Ex-dropouts get help earning diploma
It's no secret, adult learners can earn a diploma at Wilson County's Adult High School, which offers a much-needed second chance to get the high school diploma they missed the first time.
Whether the diploma is needed to enter the military, enter college or vocational school, get a promotion at work, get a job to begin with, or simply for the personal satisfaction of earning the diploma, the Adult School can help.
Explains Principal Mary Ashby, who was a graduation coach for Lebanon High School before she came to the Adult School, "This is for dropouts who still need a few credits. The GED is mostly for older adults, but some of them come here, too."
Basically, Ashby adds, the program allows adults to correct a mistake they made and get better jobs and education.
And each year, the program hands diplomas to a growing number of Wilson Countians. "Our goal is to have fewer adults with no diplomas and to work with graduation coaches to improve the county's graduation rate," Ashby says.
The program works with "hardship students" to help them not only get a diploma, but they also help them gain the confidence to do well in their lives.
"When students leave us, they go on to the military, college and vocational schools," Ashby said. Many of them also earn scholarships to continue their education.
Of the most recent graduating class of 141, some are working on certification to be nursing assistants, others are currently attending Volunteer State Community College, and some are working successfully and expanding their job skills. Two graduates received full military scholarships to become Marine officers.
One 'already had diploma'
Of course, many come to complete high school because of job requirements. One, Ashby says, was especially memorable.
She had left school only a month short of graduation because of family issues. Now she is working for Nissan, and the company required her to get a high school diploma.
"When we checked her records, the school showed she had already graduated," Ashby recalls. "The school hadn't notified her, so she didn't know. It was exciting to be able to give her the good news."
When students complete the course work at the Adult School, it's always cause for a celebration. When a students completes orientation and starts class work, they're given a marble to place in a jar in the lobby that says they are a student. When they finish, they each remove their marbles from that jar and put it in one labeled "Graduates."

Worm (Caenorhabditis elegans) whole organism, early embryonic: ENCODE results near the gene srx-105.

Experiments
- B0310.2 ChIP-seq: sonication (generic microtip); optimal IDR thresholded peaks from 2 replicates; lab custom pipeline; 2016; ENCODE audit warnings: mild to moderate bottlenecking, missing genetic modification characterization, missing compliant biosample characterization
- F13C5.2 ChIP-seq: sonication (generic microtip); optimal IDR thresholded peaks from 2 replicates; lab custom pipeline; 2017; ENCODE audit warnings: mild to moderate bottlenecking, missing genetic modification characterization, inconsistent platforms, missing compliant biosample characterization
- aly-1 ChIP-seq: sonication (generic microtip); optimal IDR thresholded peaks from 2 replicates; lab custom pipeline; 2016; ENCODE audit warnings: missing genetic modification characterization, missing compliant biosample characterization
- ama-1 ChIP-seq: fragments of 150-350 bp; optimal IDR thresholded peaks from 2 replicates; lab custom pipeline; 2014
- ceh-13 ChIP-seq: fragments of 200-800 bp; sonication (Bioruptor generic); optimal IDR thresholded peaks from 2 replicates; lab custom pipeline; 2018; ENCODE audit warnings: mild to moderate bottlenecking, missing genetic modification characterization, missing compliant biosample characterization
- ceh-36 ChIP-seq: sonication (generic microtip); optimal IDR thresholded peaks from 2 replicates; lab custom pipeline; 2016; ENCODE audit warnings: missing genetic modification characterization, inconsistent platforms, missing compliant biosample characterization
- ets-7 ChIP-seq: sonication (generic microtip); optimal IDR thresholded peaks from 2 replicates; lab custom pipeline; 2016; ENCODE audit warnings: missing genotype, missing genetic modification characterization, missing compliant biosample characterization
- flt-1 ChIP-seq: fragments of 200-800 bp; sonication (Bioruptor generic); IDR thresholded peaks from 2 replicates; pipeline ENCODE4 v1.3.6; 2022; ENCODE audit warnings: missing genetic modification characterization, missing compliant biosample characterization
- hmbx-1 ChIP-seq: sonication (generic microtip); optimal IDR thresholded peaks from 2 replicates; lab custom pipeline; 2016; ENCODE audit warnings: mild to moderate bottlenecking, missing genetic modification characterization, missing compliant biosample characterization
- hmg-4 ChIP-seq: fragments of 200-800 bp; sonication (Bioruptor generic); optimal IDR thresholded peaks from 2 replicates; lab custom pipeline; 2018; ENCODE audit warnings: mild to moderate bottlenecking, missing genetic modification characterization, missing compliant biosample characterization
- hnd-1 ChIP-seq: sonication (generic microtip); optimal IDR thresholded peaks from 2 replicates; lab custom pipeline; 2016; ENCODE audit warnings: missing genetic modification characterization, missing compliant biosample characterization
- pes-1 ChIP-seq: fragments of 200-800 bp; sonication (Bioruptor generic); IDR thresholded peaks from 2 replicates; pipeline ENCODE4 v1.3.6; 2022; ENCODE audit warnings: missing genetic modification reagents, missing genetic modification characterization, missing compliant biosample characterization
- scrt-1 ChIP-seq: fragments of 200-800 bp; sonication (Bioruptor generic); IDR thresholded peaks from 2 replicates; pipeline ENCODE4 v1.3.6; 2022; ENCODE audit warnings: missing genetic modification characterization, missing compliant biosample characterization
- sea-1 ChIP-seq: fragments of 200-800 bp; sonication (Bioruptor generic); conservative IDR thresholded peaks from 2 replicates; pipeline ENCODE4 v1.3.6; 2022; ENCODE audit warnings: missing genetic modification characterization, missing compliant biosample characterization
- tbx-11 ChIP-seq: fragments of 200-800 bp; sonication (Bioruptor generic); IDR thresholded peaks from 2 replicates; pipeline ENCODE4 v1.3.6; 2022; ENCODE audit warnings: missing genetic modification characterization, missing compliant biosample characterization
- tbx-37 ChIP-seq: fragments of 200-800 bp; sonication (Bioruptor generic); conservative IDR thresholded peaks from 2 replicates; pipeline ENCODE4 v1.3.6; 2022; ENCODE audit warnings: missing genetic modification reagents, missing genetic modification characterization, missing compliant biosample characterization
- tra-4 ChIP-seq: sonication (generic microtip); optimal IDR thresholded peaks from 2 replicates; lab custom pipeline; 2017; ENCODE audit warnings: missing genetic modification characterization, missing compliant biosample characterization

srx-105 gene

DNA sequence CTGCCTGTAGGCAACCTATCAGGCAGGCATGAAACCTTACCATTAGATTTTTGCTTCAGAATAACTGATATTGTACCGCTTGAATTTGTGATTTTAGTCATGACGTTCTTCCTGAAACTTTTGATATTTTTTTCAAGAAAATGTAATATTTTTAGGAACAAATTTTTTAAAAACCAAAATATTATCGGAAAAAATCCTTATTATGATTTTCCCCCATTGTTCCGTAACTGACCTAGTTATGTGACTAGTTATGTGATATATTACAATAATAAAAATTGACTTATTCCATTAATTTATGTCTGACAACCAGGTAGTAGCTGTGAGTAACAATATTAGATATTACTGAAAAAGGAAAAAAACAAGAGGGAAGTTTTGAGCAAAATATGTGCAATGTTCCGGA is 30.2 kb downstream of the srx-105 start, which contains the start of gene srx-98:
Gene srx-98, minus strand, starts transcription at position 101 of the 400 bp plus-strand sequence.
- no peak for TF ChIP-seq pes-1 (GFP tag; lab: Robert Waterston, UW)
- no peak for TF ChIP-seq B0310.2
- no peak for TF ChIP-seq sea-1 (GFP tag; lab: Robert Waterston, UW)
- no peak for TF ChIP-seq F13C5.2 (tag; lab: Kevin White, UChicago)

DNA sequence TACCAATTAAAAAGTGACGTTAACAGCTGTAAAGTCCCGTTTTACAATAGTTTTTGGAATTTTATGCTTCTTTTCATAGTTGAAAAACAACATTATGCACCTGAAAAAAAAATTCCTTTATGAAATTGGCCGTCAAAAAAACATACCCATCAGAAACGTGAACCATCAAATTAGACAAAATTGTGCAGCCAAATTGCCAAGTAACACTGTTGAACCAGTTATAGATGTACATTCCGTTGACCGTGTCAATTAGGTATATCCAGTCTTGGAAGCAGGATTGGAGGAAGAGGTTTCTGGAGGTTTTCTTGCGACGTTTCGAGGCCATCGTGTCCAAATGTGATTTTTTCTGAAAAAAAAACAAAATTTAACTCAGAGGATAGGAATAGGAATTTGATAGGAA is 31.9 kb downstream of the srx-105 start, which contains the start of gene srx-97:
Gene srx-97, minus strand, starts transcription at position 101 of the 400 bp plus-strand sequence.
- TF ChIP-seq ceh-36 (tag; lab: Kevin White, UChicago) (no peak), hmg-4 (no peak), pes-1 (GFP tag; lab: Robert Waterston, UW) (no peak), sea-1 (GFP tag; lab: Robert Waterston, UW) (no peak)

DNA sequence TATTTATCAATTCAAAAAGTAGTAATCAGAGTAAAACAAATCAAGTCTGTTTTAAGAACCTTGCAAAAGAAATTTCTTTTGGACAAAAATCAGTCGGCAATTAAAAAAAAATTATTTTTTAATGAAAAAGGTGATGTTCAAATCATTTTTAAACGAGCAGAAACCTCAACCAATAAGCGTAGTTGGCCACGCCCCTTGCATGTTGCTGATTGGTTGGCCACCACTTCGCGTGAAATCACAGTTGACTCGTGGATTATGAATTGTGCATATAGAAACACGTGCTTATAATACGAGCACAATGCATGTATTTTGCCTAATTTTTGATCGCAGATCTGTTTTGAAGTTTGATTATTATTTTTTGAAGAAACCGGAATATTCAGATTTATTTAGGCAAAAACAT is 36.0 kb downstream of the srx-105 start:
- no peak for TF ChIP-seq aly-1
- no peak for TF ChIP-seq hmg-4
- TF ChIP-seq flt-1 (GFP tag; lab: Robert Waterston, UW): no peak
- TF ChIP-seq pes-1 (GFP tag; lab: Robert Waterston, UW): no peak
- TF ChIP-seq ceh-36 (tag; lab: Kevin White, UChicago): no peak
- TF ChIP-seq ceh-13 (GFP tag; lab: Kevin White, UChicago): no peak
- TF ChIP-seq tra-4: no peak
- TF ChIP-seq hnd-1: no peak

'Bells ring' for new grads
But that's just the first step. The new grads walk down the hallway while everyone else comes to classroom doors to cheer for them, and bells are rung. And then for the first time, they leave the building by the front door.
"We get pretty excited for them," Ashby says.
Of course, all the graduates are invited back in June to "walk" and receive their diplomas during a regular graduation ceremony held at College Hills Church of Christ.
Students who are accepted into the Adult School attend 20 hours per week of in-class time between 8:30 a.m. and 5 p.m. Monday through Thursday or 8:30 a.m. to noon on Friday whenever their personal schedules permit. For students who qualify, the classes are offered at no charge.
To qualify, the student must be over 18, no longer enrolled in regular high school, reside in Wilson County and not have already earned a diploma. For more information, call (615) 443-7199 or visit www.wcschools.com.
The classes are taught on computers with certified, highly-qualified teachers supervising and advising the students as they work. Each student is treated as an adult with goals and dreams they have not yet achieved, Ashby emphasizes.
'Everyone is valued'
"Each student is a valued individual," Ashby says. "That's the atmosphere I want here. They need to work, but we want to celebrate every student. The people who work here have to be the best."
In addition to Ashby, that honor roll of teachers and staff includes Kristi Galligan, English and humanities; Blake Hall, mathematics and science; Joy Shaw, social studies and business; Patti Huffman, guidance counselor; and Vikki Adkins, school secretary.
Ashby also points out that many students become first-generation high school graduates: "When one of them says, 'I'll be the first in my family to graduate,' you realize this is a life-changing experience for them."
Ashby is the first to acknowledge that the school needs the support it receives from Director of Schools Dr. Donna Wright and the Wilson County School Board. "If it weren't for the board and the director, we couldn't do this," she says. "But these are the jewels in the county schools' crown."
Writer Connie Esh can be contacted at firstname.lastname@example.org.